The Case-Shiller Home Price Index, which is considered the “gold standard” for appreciation, showed home prices fell 0.3% in July but they were 15.8% higher when compared to July of last year. This annual reading is a decline from the 18.1% gain reported in June but still strong.
The Federal Housing Finance Agency (FHFA) also released their House Price Index. This report measures home price appreciation on single-family homes with conforming loan amounts, which means it most likely represents lower-priced homes. Home prices fell 0.6% from June to July but they rose 13.9% from July of last year. This is a decline from the 16.2% annual increase reported in June, but again still solid on an annual basis.
What’s the bottom line? While Case-Shiller’s national index did show a month over month decline, the majority of the decline was seen in a few large cities and it was not widespread. For example, San Francisco, Seattle, San Diego, Los Angeles and Denver all showed steep declines from June to July, but they were also some of the cities that saw large price gains when compared to July of last year.
GDP Negative for Two Consecutive Quarters
The final reading of second quarter GDP came in at -0.6%, which was in line with estimates and the same as the second reading. It’s now confirmed that we have had two consecutive quarters of negative GDP, with -1.6% in the first quarter and -0.6% in the second quarter.
What’s the bottom line? Since 1947 a recession has been called every time we have seen two consecutive quarters of negative GDP. The National Bureau of Economic Research (NBER) has not yet classified this as an official recession, as they want to see economic contraction that meets their three criteria of depth, duration and diffusion. However, given the lag time for releasing economic data, they often officially announce a recession looking backwards months after it began.
In addition, the Atlanta Fed has revised their estimates for third quarter GDP significantly lower, from 2.6% a month ago to just 0.3%. If third quarter GDP ends up negative as well, it would certainly be hard for the NBER to ignore three consecutive quarters of negative GDP as they’re making a determination about recession.
Labor Market Remains Tight
The number of people filing for unemployment benefits for the first time fell by 16,000 in the latest week, as 193,000 Initial Jobless Claims were reported. This is the lowest level since May and the previous week’s filings were also revised lower by 4,000. Continuing Claims, which measure people who continue to receive benefits after their initial claim is filed, also decreased by 29,000 to 1.347 million.
What’s the bottom line? These are extraordinarily low numbers in the face of productivity and GDP being down along with elevated inflation and the unemployment rate moving higher. This could be a sign that employers are reluctant to let go of workers for fear of not being able to replace them.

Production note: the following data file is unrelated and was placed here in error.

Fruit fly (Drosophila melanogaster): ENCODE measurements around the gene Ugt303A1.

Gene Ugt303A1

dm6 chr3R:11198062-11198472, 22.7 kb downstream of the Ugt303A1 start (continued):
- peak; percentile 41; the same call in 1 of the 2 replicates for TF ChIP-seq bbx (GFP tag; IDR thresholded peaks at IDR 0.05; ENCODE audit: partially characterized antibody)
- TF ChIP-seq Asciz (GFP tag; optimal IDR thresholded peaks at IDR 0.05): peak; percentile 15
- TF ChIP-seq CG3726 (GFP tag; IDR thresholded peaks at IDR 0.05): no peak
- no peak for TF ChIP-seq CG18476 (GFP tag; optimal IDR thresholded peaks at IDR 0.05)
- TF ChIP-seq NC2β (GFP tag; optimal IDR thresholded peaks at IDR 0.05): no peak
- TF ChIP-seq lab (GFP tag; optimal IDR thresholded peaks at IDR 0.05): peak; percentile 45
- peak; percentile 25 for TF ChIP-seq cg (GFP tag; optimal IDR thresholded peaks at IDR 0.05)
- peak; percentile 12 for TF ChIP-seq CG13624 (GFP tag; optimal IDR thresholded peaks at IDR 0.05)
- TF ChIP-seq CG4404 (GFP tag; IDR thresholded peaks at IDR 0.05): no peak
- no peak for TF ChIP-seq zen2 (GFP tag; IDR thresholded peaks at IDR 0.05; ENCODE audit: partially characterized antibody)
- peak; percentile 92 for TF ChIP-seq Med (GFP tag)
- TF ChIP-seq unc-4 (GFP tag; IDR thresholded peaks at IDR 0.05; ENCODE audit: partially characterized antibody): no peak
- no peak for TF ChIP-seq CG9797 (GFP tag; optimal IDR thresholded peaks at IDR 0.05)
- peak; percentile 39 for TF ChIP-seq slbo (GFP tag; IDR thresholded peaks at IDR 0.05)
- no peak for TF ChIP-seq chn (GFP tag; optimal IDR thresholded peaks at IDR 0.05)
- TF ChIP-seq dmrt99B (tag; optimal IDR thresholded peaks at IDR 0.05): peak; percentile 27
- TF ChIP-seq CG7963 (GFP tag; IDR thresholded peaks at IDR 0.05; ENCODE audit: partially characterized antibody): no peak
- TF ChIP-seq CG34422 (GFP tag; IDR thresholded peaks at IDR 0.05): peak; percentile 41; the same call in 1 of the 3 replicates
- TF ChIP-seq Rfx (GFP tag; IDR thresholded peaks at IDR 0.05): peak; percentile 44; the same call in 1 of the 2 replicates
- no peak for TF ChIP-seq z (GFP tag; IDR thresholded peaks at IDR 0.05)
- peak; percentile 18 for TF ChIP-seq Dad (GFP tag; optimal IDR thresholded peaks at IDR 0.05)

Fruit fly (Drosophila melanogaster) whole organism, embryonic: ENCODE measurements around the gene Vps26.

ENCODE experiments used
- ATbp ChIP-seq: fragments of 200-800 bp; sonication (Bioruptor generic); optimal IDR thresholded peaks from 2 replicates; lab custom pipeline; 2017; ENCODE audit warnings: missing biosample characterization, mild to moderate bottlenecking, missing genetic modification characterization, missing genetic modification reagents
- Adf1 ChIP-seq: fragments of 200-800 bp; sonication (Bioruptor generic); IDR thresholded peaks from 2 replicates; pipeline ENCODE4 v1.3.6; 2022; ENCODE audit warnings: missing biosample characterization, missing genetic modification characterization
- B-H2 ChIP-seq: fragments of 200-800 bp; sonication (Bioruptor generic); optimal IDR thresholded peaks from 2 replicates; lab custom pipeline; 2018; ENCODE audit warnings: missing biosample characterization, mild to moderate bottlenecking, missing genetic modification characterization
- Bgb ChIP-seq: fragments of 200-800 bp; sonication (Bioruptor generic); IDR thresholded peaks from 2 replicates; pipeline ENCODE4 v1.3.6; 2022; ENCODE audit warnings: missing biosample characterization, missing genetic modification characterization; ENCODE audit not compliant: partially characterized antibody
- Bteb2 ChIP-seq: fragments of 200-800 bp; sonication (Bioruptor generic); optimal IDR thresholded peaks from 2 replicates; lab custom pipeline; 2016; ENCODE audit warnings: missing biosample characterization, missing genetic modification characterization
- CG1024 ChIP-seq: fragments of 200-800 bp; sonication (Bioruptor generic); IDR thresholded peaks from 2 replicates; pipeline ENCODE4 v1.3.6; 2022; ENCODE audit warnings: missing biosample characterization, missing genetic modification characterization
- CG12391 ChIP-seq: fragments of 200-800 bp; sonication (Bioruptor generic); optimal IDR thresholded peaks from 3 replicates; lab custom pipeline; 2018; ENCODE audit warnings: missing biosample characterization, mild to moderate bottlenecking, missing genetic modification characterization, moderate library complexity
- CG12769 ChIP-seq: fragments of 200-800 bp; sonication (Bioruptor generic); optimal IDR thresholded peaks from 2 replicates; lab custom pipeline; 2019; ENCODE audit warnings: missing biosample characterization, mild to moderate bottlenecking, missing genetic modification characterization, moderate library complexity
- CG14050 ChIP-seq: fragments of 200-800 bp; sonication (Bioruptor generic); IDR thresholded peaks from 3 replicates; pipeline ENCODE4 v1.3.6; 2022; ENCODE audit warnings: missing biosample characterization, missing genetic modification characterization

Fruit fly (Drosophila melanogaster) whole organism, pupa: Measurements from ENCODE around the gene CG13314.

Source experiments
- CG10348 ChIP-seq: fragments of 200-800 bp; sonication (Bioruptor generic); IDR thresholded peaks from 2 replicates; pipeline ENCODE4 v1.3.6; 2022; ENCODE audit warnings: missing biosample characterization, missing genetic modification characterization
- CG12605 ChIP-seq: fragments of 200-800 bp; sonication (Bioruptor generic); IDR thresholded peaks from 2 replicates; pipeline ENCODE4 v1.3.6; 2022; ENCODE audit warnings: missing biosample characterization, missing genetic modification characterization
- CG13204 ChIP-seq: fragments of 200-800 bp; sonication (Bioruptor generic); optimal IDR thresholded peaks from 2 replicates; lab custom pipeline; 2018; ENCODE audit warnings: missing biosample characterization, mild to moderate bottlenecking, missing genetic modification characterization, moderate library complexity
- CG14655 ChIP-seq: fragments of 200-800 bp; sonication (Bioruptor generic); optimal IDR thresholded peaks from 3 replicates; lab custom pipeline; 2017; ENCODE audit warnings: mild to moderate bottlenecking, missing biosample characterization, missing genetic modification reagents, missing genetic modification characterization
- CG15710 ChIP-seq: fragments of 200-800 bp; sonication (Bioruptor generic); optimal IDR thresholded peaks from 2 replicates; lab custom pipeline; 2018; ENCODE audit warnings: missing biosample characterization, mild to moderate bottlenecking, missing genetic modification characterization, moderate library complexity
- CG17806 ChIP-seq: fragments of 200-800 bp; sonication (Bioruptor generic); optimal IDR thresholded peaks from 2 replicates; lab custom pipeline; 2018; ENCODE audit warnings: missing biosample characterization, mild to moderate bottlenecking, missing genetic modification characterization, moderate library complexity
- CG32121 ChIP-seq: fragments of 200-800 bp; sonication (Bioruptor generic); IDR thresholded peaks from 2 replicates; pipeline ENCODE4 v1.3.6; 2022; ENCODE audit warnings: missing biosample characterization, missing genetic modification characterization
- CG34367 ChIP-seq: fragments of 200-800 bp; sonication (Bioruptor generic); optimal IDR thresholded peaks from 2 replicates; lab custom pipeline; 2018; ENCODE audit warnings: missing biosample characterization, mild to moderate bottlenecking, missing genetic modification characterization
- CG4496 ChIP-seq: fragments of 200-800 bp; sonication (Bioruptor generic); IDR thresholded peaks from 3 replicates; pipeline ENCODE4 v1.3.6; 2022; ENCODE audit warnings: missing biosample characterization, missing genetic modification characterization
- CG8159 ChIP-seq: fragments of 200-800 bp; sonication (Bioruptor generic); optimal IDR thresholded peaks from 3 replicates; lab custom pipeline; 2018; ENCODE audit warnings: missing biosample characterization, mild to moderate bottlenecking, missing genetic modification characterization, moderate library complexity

Family Hack of the Week
These Spiced Pumpkin Raisin Cookies courtesy of our friends at the Food Network make for a perfect fall-flavored treat.
Preheat oven to 350 degrees Fahrenheit. Line 2 heavy large baking sheets with parchment paper.
In a medium bowl, combine 1 cup all-purpose flour, 2/3 cup old-fashioned oats, 1 teaspoon ground cinnamon, 1/2 teaspoon baking soda, 1/2 teaspoon salt and 1/4 teaspoon allspice. In a large bowl, whisk together 3/4 cup raw sugar, 1/2 cup pumpkin puree, 1/3 cup vegetable oil, 1 tablespoon pure maple syrup and 1 teaspoon pure vanilla extract.
Using a rubber spatula, gradually stir dry ingredients into wet ingredients. Stir in 1/2 cup raisins.
For each cookie, spoon 1 tablespoon of batter onto baking sheet, spacing cookies about 1 inch apart. Use moistened fingertips to flatten each cookie to a 2-inch round diameter. Sprinkle each cookie with a bit more raw sugar.
Bake until cookies brown and are a bit firm to touch, approximately 17 to 20 minutes. Use a metal spatula to transfer to a wire rack and cool completely.
What to Look for This Week
We’ll get more news on home price appreciation when CoreLogic releases their Home Price Index report for August on Tuesday. Then, reports from the labor sector will dominate the headlines, beginning on Wednesday with ADP’s new Employment Report which will give us an update on private payrolls for September. The latest Jobless Claims data will be reported on Thursday while Friday brings the Bureau of Labor Statistics Jobs Report for September, which includes Non-farm Payrolls and the Unemployment Rate.
After a highly volatile week, Mortgage Bonds declined sharply Friday following the hotter than anticipated PCE report. They tested support at 97 but managed to close above it. The 10-year ended last week at 3.82% after breaking above an important ceiling at 3.785%.